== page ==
Researchers are hopeful that a gene plucked from a simple weed and spliced into other types of plants like rice, wheat and corn may cut the growth time of those crops in half. This week the University of Rochester licensed the new technology behind this gene transplant to a biogenetics company, Akkadix.
Akkadix is a California-based research company that specializes in using genetic technology to increase crop yields. The scientists at Akkadix will likely attempt to splice the discovered gene into their crops to see if it's possible to grow nutritious, palatable foods in half the time it would take a normal crop.
The discovery of the gene and its ability to significantly accelerate the growth of other plants came from the University's biologists, who had been experimenting with the European weed, known as Arabidopsis thaliana, for the last decade. Biologists regard the weed as the "fruit fly" of the agricultural world-alluding to the fact that the fruit fly is often used for genetic experiments. The characteristic that most interested University biologists was the plant's very rapid reproduction cycle; it's time from seed to full growth is only five weeks, while pea corn's cycle, for instance, is nearly a year in length.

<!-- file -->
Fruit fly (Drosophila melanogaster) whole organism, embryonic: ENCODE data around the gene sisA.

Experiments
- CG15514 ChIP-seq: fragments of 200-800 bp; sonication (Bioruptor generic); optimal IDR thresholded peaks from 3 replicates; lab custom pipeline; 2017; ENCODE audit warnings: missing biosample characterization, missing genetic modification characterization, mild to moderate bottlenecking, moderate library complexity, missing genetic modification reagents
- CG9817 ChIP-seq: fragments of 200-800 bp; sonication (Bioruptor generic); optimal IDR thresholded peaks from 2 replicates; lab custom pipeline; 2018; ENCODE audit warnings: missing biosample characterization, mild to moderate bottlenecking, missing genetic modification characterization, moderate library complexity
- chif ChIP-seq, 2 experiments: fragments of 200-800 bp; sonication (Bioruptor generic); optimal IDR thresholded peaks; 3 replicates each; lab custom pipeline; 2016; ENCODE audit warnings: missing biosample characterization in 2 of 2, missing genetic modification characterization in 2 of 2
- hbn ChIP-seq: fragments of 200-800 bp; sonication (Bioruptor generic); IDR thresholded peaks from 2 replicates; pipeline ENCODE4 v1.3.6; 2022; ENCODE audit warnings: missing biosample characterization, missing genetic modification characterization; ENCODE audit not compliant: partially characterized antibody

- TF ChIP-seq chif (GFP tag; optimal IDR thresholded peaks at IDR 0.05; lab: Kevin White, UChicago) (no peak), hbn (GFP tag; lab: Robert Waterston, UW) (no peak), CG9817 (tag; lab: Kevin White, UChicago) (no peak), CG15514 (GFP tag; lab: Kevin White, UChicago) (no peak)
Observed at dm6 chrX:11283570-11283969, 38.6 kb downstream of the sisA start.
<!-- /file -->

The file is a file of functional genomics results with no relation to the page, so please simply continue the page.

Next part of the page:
Akkadix scientists will test the feasibility of using the gene to spur the growth of crops. Most genetic research into crop plants focuses on making the plants resistant to disease and insects; this research is one of the few lines that deals with improving the food-producing capabilities of a plant alone. The gene's growth-enhancing function was discovered by former faculty member Animesh Ray, who has since joined Akkadix.